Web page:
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tainty, I send a message
go to ask if the persons I mean to visit will be at home. And
now, even so short time as I have been here, what thanks do I owe to two, at least, of these pleasant friends for many, many pleasant hours: Fru Cederschiold and her most kind husband, and that aged lady of infinite talent, Ofverstinnan Ehrenström, who was maid-ofhonour to the Queen of the murdered Gustavus III., and whose memories are a volume of interest. How many a time, when weary or lonely, have I thrown on my cloak and stolen secretly out— careful lest any well-behaved Swede should know of such an escapade-and found my way, without a lantern, to one or the other; and have been refreshed and made very pleasant.
Then the table is always ready for me: the tea, and cold chopped-up hard eggs, and cold sliced meat and sausages, and afterwards nice preserve and cakes; and a hospitality and welcome and kindliness that is better than all.
Oh! miserable fact ! that a man, a Briton—I know not if English or Scotch, or what—could dwell in this land a whole year, and leave it, and write a volume, and breathe no word of thanks,
nor cast back one memory to a friend! Such has never been my case, although I have wandered far and dwelt among many people. That such may not be, here, my case, I thus early record two names which my memory will cherish when we meet no more; and many, many others might I add.
There is, strange to say, no banker in Stockholm. The chief mercantile house, that of Arfvedson, transacts money affairs for strangers. When I spoke of the literary men here, I ought to have made an exception with regard to this name; for one of the firm, the Consul for America, is a very pleasing writer of what is called historical novels, and a most agreeable and gentlemanlike friend and companion, speaking English like a native, and French also. Indeed, the whole family is one which it is a pleasure to be acquainted with, and of whose kindness, I am sure, English people of respectability must have cause to speak highly.
The general hour for dinner parties, except in the diplomatic circle, which is an hour later-is four o'clock; this is the royal time also. Dinner is served as in France and Germany, and as is
now common in England also : the table is ornamented with flowers, real or artificial. I was invited to a grand dinner given at a hotel, used sometimes for the purpose by persons who come to Stockholm occasionally, without forming an establishment there. The company was very large, the table naturally very long, and down the centre was a whole row of plants in pots : of course these served for many occasions of the kind. The dinner was splendid, with a vast profusion of the finest wines; it was given by a Scotch merchant resident, I think, in Gottenburg, and married to a Swede. There were few English present, for there are few in Stockholm ; but English was so generally spoken, that one might forget the fact.
As soon as the dinner was ended, each lady was, as usual, conducted by her cavalier to the handsome suite of rooms allotted to us. On relinquishing his arm, the pair on these occasions face each other, the lady makes a deep curtsey, and the man a deep bow, and then he generally retreats to the outer room, where, in all societies, the men in Sweden get together.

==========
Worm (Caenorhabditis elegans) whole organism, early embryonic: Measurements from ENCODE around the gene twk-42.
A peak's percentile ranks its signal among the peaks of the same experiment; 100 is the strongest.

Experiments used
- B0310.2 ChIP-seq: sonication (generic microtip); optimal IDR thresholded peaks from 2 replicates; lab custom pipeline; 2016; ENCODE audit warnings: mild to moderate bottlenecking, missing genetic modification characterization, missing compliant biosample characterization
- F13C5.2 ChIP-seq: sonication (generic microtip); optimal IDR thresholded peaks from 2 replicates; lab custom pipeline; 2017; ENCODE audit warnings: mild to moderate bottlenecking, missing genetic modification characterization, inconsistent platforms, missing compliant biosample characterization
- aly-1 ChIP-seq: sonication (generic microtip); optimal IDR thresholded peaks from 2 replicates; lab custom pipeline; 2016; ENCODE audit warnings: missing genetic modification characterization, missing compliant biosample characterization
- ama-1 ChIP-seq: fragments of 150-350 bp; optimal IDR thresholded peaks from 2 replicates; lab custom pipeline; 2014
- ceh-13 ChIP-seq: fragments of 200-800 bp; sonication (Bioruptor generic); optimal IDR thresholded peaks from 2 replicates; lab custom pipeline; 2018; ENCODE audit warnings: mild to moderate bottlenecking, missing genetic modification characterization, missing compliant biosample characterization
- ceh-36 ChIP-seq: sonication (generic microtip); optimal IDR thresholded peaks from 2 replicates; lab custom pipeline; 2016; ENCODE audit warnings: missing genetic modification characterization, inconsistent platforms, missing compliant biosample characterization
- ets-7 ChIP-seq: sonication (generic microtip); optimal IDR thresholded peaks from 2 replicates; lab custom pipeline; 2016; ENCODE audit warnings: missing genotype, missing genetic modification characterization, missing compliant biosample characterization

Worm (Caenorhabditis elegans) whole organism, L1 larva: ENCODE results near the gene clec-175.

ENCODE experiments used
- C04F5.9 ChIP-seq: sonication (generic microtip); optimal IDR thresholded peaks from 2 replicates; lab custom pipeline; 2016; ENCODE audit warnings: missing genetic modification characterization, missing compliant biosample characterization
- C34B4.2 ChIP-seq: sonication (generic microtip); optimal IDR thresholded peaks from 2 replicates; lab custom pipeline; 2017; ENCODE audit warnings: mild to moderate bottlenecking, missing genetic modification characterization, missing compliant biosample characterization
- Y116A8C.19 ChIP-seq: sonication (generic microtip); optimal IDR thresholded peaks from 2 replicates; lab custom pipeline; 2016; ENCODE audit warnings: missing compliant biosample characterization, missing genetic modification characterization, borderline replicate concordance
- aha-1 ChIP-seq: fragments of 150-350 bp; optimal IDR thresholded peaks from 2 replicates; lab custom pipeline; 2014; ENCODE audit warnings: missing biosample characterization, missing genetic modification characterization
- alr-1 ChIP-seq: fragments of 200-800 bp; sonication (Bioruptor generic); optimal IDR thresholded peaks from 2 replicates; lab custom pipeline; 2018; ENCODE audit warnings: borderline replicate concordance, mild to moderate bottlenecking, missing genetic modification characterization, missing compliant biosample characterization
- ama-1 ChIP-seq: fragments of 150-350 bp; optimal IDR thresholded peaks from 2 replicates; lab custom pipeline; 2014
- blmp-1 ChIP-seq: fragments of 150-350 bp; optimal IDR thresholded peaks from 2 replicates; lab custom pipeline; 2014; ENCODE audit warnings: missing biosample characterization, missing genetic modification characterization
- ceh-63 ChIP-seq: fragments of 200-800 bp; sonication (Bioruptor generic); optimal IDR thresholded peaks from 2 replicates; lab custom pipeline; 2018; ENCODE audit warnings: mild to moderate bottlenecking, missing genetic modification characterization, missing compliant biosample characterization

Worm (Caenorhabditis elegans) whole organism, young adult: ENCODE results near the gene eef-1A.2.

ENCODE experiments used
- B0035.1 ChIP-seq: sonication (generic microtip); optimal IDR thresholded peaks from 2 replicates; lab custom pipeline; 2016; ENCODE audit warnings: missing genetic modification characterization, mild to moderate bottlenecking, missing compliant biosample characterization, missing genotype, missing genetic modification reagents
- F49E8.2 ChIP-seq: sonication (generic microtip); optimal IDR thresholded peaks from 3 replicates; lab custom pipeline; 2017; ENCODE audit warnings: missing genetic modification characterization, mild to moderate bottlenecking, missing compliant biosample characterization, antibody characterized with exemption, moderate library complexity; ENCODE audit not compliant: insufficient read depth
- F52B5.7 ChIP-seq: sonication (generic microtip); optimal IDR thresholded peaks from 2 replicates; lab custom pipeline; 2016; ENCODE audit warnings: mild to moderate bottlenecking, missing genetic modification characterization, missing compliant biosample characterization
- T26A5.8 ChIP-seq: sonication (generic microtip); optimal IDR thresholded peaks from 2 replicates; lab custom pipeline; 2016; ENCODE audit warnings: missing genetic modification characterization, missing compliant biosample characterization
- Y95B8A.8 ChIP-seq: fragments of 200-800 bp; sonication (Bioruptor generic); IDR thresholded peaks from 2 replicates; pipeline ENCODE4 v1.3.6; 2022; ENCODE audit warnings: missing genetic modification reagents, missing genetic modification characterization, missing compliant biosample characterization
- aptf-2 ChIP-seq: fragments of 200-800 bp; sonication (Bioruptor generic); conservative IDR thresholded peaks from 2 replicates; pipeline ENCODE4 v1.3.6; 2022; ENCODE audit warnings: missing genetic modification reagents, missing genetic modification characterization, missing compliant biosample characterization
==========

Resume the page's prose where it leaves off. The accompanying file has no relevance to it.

In Norway I have seen them smoke in this outer apartment. I have not seen this barbarism in
any society I have yet been in here. My tall
friend insists that Professor Longfellow is altogether wrong in saying the Swedes smoke in the sittingrooms, and even at table : but that they do the former I can aver, for often in the country have I practised the polite deceit of saying—or at least appearing to say—that it was not objectionable to
Smoking is, indeed, a truly detestable nuisance in Sweden. They tell me some of the ladies are guilty of committing it, even in high places : this is incredible ; and the Swedes do dearly love to tell stories. I wonder will they ever get up any about me: if not, I shall be the only English person I believe who escaped that honour. One good man here is called Min hustrus hundor my wife's dog—because the lady, as an excuse for living at home, declares that it is her duty to follow her husband, while the husband asserts that he is obliged to trot after her.
The domestic economy, and dealings of all English residents, seem to be a never-ending subject for these little tales; which become so current that you cannot mention a person's name who has resided here any time, without being asked if
have heard such or such a story. A general one is told of a gentleman who always went to market himself a thing no Swedish
one would do—and having met the king on his return, he was obliged to pull off his hat, out of which fell, or flew—I forget what—to the astonishment of Swedish Majesty, and to the infinite confusion of the Briton.
In fact I shall consider it a decided slight if they do not get up a story about me.
But I hope it will not be such a stupid one as this.
I have strangely rambled away from meals to stories, with an incidental reflection on smoking in passing
I meant to have told you that the whole time occupied in these great dinners is three hours : a dinner party here is quite a bona fide affair. You are asked to eat your dinner, and you get a most liberal one; but if the invitation does not include a special one for the evening also, you are expected to leave immediately after it. Coffee is usually served soon after leaving the table, and then the party breaks up; so that you go at four and come back at seven; having devoted the intermediate time chiefly to the work of eating. Of course, as in England, your pleasure or profit during depends on the person you sit beside ; therefore the moment of the distribution of partners is a very nervous one to me, for I have not yet lived